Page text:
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Why overpopulation should not be blamed for traffic

The difficulty in commuting in a city is not proportional to the population increase due to three main factors: density, relocation, and mobility.

It is a common perception that the sole cause of the rising traffic in cities is the incessant increase in population. Eric Jaffe in his recent article debunks this perception by pointing out a study done by Shlomo Angel and Alejandro M. Blei. In their work, Angel and Blei show that there are three types of adjustments that take place due to the increase in population: increases in residential density, locational adjustments of residences and workplaces to be within a commutable range, and increases in commuting speeds brought about by shifts to faster roads and transit systems.

First of all, the dense nature of cities decreases the distance to the workplace and the time spent on travelling to work. For instance, walking to work is a common mode of commute in Indian cities followed by cycle, moped or motorcycle and bus. The higher density is also an outcome of the high cost of commute, in the form of time and money spent in transit. This cost forces poorer population to shift closer to work and makes the city regions packed.

In cases where the distance between work and home increases, the relocation takes place either by the workers to the areas close to work or by the business to the employment pool. Jaffe also mentions that this relocation result in cities with more than one business district. For instance, Bangalore the growing IT hub of India, has multiple software technological parks that have led to creation of various residential hubs across the city.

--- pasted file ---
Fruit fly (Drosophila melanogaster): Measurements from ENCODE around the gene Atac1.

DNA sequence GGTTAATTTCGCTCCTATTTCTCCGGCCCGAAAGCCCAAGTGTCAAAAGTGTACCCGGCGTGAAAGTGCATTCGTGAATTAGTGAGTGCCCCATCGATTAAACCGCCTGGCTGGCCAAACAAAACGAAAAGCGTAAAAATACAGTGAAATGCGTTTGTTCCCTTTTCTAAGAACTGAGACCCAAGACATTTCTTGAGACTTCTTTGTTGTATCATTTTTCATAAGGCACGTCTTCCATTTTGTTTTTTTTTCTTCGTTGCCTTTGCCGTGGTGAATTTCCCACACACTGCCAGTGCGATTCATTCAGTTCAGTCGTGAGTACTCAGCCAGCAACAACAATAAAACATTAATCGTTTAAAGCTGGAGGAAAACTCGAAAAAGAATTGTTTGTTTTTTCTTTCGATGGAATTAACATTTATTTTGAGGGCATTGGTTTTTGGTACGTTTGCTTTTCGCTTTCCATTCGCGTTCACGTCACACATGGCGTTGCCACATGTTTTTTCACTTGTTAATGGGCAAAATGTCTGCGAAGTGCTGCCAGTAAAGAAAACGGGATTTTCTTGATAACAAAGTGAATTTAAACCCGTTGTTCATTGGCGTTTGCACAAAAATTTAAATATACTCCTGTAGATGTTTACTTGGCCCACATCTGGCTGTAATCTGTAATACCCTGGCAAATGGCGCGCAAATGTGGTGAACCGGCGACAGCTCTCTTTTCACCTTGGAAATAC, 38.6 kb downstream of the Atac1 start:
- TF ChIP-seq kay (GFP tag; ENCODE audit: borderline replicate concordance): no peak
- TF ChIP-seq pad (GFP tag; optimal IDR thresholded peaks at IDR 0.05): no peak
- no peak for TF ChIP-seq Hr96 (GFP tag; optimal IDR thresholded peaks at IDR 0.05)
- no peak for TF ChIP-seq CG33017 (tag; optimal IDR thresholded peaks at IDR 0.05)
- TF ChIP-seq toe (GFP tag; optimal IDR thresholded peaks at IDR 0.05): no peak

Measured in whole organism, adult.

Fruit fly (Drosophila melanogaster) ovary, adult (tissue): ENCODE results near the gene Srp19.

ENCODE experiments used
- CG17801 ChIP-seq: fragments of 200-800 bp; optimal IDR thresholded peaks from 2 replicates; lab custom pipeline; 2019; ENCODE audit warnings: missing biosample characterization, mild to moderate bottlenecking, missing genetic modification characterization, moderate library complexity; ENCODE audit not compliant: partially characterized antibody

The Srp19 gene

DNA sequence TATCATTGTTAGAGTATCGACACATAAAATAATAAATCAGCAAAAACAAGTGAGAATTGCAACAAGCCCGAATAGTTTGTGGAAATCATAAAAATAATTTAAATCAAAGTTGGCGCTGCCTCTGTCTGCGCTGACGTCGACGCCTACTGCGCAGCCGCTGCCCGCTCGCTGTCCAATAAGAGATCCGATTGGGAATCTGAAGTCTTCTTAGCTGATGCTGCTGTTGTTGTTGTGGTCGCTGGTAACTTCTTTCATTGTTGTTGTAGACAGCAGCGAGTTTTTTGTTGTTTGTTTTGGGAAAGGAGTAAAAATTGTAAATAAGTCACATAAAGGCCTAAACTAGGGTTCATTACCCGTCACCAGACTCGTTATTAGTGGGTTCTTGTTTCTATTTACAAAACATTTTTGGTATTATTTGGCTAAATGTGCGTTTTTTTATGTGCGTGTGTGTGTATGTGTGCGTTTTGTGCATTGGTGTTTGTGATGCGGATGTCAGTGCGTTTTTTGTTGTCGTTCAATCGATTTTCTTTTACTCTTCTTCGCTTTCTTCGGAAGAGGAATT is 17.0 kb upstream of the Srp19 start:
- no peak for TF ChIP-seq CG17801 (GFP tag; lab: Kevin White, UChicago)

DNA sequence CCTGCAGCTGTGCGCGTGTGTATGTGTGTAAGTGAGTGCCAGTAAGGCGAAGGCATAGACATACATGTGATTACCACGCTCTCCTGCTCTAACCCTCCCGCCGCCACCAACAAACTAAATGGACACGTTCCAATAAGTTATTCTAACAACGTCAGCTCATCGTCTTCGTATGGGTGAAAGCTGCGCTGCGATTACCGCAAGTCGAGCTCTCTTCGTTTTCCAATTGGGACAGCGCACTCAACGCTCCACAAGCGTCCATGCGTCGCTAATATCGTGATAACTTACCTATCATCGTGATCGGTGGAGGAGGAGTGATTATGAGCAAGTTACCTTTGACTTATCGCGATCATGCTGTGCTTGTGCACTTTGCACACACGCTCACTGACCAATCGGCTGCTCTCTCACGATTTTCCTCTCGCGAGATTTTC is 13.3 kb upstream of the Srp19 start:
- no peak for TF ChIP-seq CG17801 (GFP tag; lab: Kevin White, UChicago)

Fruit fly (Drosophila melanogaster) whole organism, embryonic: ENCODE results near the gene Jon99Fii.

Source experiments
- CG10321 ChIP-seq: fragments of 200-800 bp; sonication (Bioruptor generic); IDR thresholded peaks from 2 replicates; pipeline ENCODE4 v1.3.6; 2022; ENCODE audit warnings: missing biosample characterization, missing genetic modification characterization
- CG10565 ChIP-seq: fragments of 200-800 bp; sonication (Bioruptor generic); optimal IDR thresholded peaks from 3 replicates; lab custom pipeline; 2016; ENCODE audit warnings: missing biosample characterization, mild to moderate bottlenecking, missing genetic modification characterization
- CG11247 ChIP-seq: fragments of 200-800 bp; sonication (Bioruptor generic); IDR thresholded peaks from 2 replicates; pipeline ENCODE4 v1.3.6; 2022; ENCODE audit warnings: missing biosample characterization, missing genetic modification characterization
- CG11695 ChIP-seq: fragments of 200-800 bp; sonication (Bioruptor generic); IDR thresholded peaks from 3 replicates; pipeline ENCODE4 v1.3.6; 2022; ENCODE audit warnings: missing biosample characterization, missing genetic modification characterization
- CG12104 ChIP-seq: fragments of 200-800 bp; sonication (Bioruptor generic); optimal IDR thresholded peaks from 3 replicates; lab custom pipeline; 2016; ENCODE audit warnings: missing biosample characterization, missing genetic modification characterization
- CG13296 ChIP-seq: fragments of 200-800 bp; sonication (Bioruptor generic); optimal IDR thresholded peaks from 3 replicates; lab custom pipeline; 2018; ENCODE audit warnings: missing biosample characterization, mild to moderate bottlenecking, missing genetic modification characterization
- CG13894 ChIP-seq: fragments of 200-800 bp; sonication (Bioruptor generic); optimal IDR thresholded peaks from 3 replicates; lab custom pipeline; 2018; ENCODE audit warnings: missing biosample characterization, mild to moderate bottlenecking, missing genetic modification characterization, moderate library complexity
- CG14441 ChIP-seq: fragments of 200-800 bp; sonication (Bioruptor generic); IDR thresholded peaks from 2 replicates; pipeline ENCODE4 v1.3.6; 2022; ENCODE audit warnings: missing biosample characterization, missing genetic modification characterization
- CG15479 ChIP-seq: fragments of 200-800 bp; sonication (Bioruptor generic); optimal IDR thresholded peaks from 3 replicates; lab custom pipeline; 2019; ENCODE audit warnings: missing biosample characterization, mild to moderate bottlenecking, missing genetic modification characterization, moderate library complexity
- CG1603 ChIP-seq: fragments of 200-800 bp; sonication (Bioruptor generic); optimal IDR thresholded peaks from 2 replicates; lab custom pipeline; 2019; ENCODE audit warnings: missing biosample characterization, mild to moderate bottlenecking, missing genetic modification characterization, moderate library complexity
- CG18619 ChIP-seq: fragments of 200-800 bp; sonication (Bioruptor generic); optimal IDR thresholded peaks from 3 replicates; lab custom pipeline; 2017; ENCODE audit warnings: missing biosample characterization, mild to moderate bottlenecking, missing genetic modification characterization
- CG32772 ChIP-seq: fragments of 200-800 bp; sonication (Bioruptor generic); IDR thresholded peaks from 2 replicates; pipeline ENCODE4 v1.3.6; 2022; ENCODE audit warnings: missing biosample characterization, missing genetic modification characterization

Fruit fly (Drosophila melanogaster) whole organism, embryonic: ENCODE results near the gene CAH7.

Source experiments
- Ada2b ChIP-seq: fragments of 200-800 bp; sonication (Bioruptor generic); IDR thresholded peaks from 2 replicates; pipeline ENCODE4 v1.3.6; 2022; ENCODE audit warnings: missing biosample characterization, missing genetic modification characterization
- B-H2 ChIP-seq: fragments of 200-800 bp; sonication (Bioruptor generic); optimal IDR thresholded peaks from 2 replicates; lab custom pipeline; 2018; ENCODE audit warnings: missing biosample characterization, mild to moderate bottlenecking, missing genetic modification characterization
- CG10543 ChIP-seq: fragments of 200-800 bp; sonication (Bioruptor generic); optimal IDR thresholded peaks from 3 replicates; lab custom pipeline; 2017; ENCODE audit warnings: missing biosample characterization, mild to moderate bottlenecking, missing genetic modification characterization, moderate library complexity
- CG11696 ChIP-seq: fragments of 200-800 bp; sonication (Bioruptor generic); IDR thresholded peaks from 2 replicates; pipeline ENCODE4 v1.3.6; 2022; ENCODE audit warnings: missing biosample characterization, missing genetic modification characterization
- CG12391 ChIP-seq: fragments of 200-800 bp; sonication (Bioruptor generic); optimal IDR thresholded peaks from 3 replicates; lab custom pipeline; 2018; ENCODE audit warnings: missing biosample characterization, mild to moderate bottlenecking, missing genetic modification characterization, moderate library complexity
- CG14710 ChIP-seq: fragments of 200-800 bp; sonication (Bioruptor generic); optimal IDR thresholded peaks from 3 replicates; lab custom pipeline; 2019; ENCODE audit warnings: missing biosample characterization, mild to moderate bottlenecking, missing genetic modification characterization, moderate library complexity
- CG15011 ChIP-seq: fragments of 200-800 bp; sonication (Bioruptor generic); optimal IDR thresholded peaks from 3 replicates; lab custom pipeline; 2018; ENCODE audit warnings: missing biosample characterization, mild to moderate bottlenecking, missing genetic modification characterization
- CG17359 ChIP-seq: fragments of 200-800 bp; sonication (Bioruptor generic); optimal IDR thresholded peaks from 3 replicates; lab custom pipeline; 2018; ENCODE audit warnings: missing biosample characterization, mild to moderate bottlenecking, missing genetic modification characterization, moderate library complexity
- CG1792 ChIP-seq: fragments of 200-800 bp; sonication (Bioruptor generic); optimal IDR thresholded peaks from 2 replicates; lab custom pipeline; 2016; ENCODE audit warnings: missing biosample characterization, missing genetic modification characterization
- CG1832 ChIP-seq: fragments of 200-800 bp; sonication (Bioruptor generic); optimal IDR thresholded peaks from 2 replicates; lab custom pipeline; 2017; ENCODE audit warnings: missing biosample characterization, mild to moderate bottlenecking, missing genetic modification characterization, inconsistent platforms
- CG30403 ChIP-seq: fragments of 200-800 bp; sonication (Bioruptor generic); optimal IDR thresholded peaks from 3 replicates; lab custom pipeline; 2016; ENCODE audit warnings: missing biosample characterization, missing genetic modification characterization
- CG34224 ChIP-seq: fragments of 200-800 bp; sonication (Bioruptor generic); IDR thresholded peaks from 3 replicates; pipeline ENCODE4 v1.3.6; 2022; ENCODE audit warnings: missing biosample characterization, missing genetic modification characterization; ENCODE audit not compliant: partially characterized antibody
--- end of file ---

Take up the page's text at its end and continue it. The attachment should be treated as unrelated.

It is evident that density of a city and relocation within the city reduces the traffic burden to an extent. However, the faster roads and transit systems have the largest influence. In their paper, Angel and Blei attributed the reduction in travel time to the shift from low-speed arterial roads to higher-speed freeway in Unites States of America. Similarly various cities like London, New York and Mumbai have been able to reduce the travel time by providing faster public services like subways and local trains. These faster services work better when they are complimented with other transport options like rickshaws in Indian cities and trams in London. However, Bangalore exemplifies the government failure in providing transport options as the city still relies on road transports for commute.

The first two adjustments are organic in nature, however, the third adjustment requires government intervention and sadly that’s where most of the Indian cities fail.

Devika Kher is a Research Associate at Takshashila Institution. Her twitter handle is @DevikaKher.

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